Stanford Children’s Health opens new inpatient cancer center and outpatient heart center—boosting capacity for specialty care
Two new care areas will benefit patients with cancer, blood disorders, and heart conditions.
This month, two new patient care areas opened at Lucile Packard Children’s Hospital Stanford. On December 7, the inpatient care units of the Bass Center for Childhood Cancer and Blood Diseases moved from the hospital’s west building to the fifth floor of the main building. Also in December, the hospital opened a new outpatient center for cardiac care, neurodiagnostics and pulmonary diagnostics on the first floor of the west building.
“Our new facilities aren’t just expanding our capacity to care for patients,” said Kathy Bishop, RN, clinical director for the Bass Center. “The design and the technologies employed are improving the coordination of care and safety for our most acute patients.”
The new 65,000-square-foot Bass Center facility houses two inpatient units for patients with cancer, blood disorders, and those undergoing stem cell transplant. Its 49 new private rooms are spacious and bright with natural light, and include sleeping accommodations for family. They also have all the latest technology, such as iPads, TVs and gaming consoles.
On the newly opened stem cell transplant unit, positive-pressure ventilation keeps every room cleaner to prevent infections, which means that patients and visitors don’t have to wear masks, gowns or booties. And because of the state-of-the-art ventilation system, patients won’t be confined to their rooms. Children hospitalized on the unit will be able to use the playroom, decreasing the isolation they feel during treatment. Teens and young adults, who make up about 50 percent Bass Center inpatients, will be able to hang out together in a teen lounge called the Den, featuring computer stations, a lounge area, and a big screen for movies and video games.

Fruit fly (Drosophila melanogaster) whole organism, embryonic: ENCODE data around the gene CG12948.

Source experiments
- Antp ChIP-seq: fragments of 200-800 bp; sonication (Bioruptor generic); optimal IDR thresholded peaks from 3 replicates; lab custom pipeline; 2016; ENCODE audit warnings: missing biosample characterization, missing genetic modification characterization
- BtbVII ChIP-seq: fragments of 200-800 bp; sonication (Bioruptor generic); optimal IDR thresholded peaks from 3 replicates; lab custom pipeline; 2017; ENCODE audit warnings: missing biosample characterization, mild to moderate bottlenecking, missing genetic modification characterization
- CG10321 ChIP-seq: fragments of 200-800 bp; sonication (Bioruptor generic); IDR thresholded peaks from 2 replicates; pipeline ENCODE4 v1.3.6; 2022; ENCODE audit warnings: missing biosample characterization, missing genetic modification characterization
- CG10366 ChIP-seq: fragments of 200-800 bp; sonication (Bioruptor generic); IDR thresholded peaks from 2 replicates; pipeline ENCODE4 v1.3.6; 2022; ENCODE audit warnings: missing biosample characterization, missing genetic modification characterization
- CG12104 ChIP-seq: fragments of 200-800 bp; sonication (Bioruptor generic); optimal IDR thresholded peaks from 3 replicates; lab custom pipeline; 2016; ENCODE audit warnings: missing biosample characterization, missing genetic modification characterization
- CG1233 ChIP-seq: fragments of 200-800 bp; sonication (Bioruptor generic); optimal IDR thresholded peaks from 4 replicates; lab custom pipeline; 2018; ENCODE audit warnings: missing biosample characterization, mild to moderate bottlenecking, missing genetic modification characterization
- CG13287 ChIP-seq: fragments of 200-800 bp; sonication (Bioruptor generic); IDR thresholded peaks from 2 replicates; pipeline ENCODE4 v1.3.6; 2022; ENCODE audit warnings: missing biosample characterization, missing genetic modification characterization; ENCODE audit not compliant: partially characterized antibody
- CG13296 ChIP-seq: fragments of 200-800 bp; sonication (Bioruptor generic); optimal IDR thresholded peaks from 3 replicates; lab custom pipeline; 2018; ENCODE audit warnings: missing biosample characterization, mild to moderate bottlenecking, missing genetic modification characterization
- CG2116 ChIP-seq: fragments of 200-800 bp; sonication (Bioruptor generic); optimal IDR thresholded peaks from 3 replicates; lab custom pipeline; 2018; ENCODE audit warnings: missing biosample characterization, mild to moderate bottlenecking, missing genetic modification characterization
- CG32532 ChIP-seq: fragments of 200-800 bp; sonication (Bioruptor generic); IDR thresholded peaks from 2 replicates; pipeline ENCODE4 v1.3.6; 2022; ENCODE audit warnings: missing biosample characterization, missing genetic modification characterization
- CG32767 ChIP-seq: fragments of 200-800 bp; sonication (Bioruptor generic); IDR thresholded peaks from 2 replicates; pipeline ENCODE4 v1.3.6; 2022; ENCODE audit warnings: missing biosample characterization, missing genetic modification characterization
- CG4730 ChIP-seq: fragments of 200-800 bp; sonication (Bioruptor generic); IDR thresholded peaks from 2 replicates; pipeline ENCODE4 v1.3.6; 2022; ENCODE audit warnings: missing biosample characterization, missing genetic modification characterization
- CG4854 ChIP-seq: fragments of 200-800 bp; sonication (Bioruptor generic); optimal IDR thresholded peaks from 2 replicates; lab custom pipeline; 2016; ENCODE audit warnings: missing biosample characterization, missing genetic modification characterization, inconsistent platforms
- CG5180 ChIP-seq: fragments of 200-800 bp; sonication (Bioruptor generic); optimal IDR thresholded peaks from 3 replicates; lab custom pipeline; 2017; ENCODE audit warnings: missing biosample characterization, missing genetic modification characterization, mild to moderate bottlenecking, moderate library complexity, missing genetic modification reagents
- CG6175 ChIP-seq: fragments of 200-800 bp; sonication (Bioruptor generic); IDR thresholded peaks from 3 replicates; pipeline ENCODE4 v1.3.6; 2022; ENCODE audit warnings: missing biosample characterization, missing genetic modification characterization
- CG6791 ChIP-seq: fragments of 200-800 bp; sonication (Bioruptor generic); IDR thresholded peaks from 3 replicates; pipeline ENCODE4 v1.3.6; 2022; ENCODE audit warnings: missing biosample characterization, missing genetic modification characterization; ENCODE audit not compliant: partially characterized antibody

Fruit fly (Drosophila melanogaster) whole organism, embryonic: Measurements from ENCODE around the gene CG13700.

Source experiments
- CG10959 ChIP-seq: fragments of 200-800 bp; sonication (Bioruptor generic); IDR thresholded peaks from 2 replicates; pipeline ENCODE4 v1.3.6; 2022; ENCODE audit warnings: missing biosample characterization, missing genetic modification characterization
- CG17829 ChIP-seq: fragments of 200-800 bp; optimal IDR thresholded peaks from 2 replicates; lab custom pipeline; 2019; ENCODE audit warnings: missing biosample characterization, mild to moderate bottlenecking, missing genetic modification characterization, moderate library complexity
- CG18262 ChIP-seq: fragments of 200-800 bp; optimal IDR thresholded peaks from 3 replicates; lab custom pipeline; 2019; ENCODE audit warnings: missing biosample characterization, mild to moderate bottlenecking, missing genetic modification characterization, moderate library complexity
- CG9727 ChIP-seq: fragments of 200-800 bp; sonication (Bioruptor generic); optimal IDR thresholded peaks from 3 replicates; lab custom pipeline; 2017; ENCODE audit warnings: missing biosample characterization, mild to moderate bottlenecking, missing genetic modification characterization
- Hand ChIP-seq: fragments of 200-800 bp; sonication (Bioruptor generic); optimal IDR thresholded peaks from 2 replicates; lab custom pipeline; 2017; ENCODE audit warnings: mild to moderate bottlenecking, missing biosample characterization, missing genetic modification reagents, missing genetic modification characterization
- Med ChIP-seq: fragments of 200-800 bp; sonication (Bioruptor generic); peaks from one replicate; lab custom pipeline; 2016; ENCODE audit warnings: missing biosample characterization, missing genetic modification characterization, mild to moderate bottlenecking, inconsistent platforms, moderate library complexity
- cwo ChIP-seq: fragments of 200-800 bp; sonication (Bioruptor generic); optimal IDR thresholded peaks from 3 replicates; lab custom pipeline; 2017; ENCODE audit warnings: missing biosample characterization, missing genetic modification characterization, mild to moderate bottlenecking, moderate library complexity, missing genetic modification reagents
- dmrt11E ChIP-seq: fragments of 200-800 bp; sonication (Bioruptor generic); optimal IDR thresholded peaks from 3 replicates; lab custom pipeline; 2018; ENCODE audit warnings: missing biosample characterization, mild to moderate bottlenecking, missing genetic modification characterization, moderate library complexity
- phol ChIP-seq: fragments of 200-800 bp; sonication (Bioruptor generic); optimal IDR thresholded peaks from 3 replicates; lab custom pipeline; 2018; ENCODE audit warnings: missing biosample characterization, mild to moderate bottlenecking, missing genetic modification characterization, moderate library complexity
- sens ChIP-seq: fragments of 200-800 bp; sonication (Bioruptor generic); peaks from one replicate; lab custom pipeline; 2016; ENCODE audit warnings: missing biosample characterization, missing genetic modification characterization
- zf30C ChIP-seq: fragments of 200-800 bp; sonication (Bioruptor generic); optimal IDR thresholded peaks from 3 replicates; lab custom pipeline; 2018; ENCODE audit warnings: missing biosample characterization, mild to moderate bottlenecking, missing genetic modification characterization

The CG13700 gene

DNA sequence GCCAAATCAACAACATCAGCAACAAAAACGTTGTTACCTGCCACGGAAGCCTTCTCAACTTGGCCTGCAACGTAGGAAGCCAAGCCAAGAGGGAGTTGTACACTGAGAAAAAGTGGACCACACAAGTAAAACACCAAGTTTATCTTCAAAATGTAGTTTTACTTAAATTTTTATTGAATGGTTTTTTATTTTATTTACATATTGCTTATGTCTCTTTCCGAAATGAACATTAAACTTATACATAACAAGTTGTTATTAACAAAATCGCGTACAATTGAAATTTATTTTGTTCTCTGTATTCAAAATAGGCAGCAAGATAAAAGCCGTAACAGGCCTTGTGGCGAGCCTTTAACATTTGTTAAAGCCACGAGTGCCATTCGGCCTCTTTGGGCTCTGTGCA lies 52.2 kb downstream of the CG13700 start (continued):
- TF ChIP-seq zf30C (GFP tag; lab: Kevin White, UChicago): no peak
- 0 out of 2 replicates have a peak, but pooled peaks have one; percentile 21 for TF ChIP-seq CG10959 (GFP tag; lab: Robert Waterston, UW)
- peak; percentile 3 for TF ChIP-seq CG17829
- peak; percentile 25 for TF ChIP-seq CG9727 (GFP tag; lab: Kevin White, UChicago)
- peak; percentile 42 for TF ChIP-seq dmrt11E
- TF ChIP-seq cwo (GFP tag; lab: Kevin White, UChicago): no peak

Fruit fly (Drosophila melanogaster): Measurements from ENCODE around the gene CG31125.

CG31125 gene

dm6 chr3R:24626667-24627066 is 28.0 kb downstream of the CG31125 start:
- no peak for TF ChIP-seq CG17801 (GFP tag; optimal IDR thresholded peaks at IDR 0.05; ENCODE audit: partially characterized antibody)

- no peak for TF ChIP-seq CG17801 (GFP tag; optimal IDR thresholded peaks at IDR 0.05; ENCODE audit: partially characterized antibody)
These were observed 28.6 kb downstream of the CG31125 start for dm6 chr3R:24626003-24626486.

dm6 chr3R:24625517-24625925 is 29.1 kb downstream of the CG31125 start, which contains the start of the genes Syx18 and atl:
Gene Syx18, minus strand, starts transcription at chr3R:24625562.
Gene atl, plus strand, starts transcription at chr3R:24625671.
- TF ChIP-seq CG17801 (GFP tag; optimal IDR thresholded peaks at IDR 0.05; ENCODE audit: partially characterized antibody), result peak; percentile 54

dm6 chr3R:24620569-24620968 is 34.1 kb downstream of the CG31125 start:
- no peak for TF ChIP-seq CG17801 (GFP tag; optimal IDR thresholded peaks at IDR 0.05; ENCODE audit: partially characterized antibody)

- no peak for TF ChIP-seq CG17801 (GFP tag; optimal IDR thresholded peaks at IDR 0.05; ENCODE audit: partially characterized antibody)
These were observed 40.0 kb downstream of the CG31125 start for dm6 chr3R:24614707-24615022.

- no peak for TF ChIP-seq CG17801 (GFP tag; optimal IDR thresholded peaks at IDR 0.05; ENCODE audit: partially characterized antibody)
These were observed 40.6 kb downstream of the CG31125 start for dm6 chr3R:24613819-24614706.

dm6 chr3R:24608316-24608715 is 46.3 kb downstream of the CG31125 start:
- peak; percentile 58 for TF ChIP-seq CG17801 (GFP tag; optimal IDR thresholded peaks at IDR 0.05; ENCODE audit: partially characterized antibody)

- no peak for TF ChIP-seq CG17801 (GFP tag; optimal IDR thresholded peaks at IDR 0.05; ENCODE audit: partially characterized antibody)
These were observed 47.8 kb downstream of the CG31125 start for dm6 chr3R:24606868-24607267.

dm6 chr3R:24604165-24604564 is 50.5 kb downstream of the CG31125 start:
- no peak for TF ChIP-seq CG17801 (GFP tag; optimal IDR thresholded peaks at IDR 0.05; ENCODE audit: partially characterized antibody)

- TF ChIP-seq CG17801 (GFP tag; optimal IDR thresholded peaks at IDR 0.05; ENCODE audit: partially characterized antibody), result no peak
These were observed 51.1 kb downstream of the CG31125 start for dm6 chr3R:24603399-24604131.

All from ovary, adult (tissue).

Efficient and family-centered outpatient cardiac care
The new outpatient clinic of the Betty Irene Moore Children’s Heart Center is located on the first floor of the Packard Children’s Hospital Main building. The new space will expand the clinic’s capacity for patient visits, now nearly 10,000 visits annually. It is designed for optimal efficiency and family-centered care.
The clinic includes a telehealth room, allowing families who live far from Palo Alto to consult with their caregivers remotely. A real-time location services platform tracks patients’ journeys through the clinic, alerting staff to prolonged waiting periods and to the locations of care providers.
Input from patients’ families during the design of the clinic enabled inclusion of features built with their comfort in mind.
“Often we need to have lengthy conversations with families on their care plan or to explain a diagnosis,” said Bob Wenz, RN, MS, director of outpatient cardiology, neurodiagnostics, and interventional services. “Our families gave us feedback that clinic rooms were not ideal for these conversations. So we established consult rooms that offer privacy and comfort with sofas and chairs.”
The innovative design of the clinic will support the Children’s Heart Center’s core mission of treating critically ill patients and those with rare conditions, Wenz said.
Stanford Medicine integrates research, medical education and health care at its three institutions - Stanford University School of Medicine, Stanford Health Care (formerly Stanford Hospital & Clinics), and Lucile Packard Children's Hospital Stanford. For more information, please visit the Office of Communication & Public Affairs site at http://mednews.stanford.edu.